£4.7 billion 'migration' fund to boost regions
Proposals for a multi-billion pound fund to drive prosperity in poorer areas of the country have been announced today.
The £4.7bn-a-year Migration Dividend Fund will see cash ploughed in skills, early years education, transport and innovation in a bid to rebalance the UK’s London-centred economy.
As part of the plans, nine council wards across the Black Country, including Bilston East and East Park, would receive £120 million over 10 years.
According to the Global Future think tank, which has launched the report, the figure represents the annual net contribution made by EU migrants to the British economy – the benefits of which are not being felt in many smaller towns and cities.
The scheme will be paid for by reversing planned Government cuts to corporation tax, which is due to fall from 19 per cent to 17 per cent in April 2020.
It has been backed by Wolverhampton South East Labour MP Pat McFadden, who said the fund would support regeneration and “heal divisions” that have arisen since the EU referendum.
The cash would be managed and administered at a local level, with the Government’s role restricted to national-led schemes and performance evaluation.
Mr McFadden said: “Prosperity and opportunity in the UK are spread too unevenly. Whilst some areas thrive and prosper, riding the wave of global change, others have felt the sharp end of globalisation and lost out from a long arc of economic restructuring.
“Immigration brings a significant net economic benefit to the UK. Yet pointing out net economic benefits means little to people if they see few opportunities around them and the place in which they live feels neglected.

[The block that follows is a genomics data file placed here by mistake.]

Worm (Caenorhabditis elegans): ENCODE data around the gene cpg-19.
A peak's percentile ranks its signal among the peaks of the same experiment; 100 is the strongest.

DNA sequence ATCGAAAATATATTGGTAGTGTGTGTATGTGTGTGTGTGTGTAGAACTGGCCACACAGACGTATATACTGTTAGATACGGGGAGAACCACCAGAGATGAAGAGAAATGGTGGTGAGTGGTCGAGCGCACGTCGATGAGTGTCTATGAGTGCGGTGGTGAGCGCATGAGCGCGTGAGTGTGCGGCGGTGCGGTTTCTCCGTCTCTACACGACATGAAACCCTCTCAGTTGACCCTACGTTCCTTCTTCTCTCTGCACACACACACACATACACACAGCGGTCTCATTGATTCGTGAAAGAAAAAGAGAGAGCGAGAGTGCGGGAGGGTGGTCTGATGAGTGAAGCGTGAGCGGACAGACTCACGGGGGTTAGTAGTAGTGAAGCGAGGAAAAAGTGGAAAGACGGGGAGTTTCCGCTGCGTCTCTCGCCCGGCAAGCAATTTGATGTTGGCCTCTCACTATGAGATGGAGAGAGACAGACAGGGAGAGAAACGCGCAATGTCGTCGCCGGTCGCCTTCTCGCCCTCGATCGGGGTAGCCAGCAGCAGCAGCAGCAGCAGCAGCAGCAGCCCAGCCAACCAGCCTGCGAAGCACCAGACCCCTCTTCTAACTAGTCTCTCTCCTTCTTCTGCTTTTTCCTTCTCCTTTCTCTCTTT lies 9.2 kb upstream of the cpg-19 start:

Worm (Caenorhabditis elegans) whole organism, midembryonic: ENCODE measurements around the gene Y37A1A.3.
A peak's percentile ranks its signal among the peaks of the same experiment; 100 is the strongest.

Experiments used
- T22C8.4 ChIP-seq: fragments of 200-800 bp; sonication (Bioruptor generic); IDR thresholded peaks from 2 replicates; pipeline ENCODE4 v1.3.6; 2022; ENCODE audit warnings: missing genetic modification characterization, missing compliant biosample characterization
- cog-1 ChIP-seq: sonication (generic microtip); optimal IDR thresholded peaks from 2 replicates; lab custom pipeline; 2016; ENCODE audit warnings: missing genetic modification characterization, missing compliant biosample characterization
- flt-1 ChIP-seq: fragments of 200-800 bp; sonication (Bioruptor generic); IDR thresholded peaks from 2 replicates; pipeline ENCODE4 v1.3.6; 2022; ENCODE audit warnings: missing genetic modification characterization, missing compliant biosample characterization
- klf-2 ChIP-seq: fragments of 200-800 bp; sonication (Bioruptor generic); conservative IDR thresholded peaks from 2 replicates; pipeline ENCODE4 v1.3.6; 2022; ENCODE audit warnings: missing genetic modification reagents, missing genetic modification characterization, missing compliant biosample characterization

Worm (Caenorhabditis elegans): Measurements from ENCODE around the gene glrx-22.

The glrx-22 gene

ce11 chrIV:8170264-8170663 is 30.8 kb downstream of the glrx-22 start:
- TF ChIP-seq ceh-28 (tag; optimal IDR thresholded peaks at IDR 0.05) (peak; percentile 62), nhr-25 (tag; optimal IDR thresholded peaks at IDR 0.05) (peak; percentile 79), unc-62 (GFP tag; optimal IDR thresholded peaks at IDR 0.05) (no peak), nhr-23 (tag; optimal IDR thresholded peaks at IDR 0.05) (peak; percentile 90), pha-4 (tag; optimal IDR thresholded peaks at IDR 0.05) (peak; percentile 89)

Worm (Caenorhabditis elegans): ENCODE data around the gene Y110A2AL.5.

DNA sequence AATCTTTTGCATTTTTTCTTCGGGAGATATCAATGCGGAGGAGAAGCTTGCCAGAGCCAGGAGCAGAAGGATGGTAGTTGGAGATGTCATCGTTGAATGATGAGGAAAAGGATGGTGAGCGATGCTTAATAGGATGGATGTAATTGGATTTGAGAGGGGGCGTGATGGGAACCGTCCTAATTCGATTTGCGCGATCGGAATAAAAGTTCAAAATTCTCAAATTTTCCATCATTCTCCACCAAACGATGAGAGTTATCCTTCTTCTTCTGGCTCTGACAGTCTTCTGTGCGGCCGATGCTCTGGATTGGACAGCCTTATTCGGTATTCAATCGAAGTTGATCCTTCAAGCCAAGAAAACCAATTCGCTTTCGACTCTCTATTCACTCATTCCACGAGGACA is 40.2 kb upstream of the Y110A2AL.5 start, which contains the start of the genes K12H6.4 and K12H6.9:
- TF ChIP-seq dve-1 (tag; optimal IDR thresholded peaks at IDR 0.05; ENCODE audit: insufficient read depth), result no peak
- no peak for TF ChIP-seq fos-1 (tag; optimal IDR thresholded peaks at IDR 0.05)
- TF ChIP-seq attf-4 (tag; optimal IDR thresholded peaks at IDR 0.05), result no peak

“This report proposes a fund to heal divisions, support regeneration and enhance opportunity in the communities that have lost out from economic change.”
Research conducted by Global Future says the plans have the support of nearly 70 per cent of the country, including cross-party backing and an even split of Leavers and Remainers.
The think tank warns that cutting immigration post-Brexit will not solve the country’s problems of inequality due to its “two-speed” economy, which leaves parts of the UK thriving and the rest struggling.
Director Peter Starkings said: “The problems of inequality, and the unequal distribution of the benefits of migration, do not stem from the European Union – and nor do the solutions lie there.
“Whether we leave or remain, responsibility lies with policymakers in the UK.
“The Migration Dividend Fund is designed to harness the benefits of immigration and ensure they are shared fairly around the UK – focusing on those towns and small cities suffering at the sharp end of economic change.”